©Damyon T. Verbo - all rights reserved

Saturday, December 8, 2012

South Inner Line Drive Redoubt

I returned to Valley Forge Park one week after the first appreciable snowfall in the autumn of 2012. A big change. No snow. 

The two log huts are the same buildings I photographed with snow on the ground. This time from a different point of view, looking SSW down from South Inner Line Drive.

The sun was already below the hills to the west as I traveled a little bit down the drive. There I found redoubt #3, as listed on the official Valley Forge National Historical Park map. Near the redoubt were the two cannon seen below.

Looking S from near the redoubt on S Inner Line Drive.
Looking ESE with the redoubt in the near background looking E from the bottom of S Inner Line Drive.

©Damyon T. Verbo - all rights reserved

Wednesday, December 5, 2012

Philadelphia's Capricious Weather

I once read in a travel guide that Philadelphia has capricious weather. I am not sure if that is true all year long. This last week the weather has been a coaster ride. We received snow November 27 and one week later the temperature was 65ºF / 18ºC. I had the snow brush in the car and I was wearing short pants. That hasn't happened since last spring, when I was too lazy to put the snow brush away in the garage.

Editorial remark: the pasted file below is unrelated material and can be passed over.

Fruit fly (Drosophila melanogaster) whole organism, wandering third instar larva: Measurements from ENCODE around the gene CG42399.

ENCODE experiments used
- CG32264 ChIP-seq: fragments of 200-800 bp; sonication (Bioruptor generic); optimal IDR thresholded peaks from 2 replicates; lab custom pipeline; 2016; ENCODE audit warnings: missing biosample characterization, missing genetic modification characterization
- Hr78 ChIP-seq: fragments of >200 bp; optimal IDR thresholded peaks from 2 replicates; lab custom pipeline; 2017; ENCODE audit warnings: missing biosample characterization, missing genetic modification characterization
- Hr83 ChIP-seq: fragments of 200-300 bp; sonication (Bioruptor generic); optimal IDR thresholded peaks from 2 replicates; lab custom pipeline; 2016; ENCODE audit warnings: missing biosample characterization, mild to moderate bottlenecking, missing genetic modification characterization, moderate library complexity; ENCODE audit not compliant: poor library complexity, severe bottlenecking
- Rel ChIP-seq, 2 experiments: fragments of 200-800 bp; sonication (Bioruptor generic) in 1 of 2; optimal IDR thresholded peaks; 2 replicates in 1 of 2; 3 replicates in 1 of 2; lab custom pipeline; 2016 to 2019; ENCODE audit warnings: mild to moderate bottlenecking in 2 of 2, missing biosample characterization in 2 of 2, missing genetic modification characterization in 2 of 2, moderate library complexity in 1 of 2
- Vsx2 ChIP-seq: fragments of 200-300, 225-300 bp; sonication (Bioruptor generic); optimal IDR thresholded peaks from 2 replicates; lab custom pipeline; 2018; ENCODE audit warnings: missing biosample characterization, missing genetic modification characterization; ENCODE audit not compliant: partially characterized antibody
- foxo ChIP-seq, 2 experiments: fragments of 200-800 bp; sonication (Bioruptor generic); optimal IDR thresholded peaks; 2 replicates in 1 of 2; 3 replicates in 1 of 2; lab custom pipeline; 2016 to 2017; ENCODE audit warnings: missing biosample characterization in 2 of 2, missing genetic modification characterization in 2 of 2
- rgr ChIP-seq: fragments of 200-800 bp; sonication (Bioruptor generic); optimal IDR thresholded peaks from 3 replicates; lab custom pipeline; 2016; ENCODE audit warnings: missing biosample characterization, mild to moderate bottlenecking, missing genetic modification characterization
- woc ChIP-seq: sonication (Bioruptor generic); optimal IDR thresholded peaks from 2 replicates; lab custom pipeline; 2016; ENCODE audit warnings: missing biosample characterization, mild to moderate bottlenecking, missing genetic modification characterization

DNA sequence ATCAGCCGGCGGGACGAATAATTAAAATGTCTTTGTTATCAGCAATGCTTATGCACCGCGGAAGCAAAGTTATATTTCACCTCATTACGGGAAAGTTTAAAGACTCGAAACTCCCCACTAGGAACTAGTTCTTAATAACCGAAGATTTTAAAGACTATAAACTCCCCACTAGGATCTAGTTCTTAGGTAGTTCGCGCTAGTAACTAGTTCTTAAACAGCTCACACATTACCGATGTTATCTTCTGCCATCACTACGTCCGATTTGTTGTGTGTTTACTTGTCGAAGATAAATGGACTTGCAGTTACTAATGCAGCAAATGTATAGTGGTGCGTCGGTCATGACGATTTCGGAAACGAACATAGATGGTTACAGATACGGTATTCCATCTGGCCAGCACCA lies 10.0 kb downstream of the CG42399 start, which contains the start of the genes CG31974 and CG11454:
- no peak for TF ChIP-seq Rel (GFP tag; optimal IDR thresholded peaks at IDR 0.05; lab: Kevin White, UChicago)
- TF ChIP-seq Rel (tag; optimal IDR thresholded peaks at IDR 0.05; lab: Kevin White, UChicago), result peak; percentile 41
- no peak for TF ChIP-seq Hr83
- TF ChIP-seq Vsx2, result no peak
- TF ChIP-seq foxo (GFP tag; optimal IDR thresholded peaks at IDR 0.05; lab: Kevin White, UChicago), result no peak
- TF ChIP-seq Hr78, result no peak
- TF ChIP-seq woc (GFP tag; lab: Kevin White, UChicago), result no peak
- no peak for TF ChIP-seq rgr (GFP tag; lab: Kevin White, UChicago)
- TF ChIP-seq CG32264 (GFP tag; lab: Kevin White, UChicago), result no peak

If it doesn't chill down soon the spring flowering trees will begin to bud.

©Damyon T. Verbo - all rights reserved

Saturday, December 1, 2012

First Snow Valley Forge Park

I found time to visit Valley Forge National Historical Park to capture the first appreciable snowfall for the fall of 2012 on 27 Nov. All the roads that run through the park were barricaded by the park rangers except PA rtes 23 and 252. I could walk into the park but not drive. Some of the parking lots were cleared of snow and open. I chose to park in the lot near Knox's Quarters, also know as Valley Forge Farm, along rte 252. These photographs were taken within easy walking distance from that lot.